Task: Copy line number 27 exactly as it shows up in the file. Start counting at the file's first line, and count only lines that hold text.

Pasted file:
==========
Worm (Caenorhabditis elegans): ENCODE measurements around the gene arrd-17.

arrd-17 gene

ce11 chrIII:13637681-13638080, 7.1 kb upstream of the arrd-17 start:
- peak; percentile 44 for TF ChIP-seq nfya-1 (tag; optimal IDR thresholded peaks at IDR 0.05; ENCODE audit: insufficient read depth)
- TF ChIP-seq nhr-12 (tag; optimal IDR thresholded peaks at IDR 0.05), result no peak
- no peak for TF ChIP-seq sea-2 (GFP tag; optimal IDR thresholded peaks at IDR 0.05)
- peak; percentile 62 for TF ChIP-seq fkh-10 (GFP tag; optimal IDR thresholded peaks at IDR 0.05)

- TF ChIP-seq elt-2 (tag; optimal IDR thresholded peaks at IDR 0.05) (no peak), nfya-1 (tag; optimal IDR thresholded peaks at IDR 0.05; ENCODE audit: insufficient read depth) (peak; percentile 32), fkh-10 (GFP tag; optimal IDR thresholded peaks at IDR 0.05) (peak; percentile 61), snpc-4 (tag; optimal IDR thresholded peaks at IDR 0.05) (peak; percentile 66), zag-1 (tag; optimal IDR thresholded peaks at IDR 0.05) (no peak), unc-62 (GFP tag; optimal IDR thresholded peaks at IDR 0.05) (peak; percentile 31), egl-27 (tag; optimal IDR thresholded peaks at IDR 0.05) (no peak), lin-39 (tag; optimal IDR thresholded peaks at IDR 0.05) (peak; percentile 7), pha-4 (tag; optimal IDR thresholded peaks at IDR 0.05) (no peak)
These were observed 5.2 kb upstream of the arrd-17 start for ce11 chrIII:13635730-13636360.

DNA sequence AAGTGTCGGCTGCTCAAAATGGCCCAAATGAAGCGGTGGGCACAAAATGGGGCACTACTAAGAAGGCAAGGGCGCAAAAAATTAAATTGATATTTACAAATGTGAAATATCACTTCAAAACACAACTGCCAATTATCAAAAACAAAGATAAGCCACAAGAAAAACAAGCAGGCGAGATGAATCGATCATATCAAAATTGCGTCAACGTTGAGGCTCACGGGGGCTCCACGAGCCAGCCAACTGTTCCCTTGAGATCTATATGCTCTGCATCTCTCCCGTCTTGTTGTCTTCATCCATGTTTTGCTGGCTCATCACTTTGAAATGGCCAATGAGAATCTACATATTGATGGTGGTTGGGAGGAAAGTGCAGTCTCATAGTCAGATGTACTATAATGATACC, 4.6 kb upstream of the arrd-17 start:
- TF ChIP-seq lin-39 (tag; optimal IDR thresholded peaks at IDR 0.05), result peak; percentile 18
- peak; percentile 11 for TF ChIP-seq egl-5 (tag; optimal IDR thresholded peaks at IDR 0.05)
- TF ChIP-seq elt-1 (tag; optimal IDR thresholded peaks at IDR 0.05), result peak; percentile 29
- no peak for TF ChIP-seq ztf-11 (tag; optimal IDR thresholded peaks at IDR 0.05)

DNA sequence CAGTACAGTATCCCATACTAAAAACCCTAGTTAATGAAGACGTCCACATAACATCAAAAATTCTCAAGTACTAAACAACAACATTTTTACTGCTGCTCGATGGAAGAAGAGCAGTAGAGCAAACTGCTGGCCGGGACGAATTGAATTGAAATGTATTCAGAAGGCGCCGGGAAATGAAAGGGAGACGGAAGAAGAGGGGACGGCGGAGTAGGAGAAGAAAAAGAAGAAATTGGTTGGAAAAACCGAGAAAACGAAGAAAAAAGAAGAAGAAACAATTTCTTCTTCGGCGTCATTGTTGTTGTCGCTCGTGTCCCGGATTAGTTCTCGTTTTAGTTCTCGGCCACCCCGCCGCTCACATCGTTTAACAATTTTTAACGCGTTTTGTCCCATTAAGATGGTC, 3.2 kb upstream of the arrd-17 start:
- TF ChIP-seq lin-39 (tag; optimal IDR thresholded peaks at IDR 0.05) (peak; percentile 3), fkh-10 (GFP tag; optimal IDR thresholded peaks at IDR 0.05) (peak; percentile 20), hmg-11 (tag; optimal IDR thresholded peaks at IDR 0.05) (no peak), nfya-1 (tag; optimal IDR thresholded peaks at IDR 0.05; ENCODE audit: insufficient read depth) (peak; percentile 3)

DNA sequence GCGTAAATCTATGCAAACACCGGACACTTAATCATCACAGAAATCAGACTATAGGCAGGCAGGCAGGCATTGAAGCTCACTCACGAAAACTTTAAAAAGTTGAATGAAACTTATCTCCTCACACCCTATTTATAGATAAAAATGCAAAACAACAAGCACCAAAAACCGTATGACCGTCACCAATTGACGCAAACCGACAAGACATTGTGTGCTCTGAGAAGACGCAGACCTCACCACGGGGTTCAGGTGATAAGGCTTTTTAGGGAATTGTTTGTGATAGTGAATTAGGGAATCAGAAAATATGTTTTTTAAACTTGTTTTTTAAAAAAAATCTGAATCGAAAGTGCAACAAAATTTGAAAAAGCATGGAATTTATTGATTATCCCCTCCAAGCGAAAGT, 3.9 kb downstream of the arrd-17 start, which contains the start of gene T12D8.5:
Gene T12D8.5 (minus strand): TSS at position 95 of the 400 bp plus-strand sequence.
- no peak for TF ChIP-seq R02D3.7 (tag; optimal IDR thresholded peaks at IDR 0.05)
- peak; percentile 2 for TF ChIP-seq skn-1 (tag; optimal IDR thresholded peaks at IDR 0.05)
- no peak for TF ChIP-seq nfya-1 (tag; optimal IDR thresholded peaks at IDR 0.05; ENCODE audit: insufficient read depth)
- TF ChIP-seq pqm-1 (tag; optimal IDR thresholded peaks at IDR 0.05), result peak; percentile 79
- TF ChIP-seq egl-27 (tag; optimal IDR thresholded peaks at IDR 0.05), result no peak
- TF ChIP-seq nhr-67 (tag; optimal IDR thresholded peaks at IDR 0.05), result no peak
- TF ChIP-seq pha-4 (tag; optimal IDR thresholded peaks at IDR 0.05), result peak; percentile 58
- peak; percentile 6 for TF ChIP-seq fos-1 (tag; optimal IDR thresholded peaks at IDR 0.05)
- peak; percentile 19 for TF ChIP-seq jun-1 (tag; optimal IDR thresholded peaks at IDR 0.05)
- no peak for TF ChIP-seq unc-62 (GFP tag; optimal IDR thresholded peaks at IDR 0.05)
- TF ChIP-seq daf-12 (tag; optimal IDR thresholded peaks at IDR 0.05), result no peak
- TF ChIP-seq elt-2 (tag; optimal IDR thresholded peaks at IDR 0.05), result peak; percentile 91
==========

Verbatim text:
- peak; percentile 19 for TF ChIP-seq jun-1 (tag; optimal IDR thresholded peaks at IDR 0.05)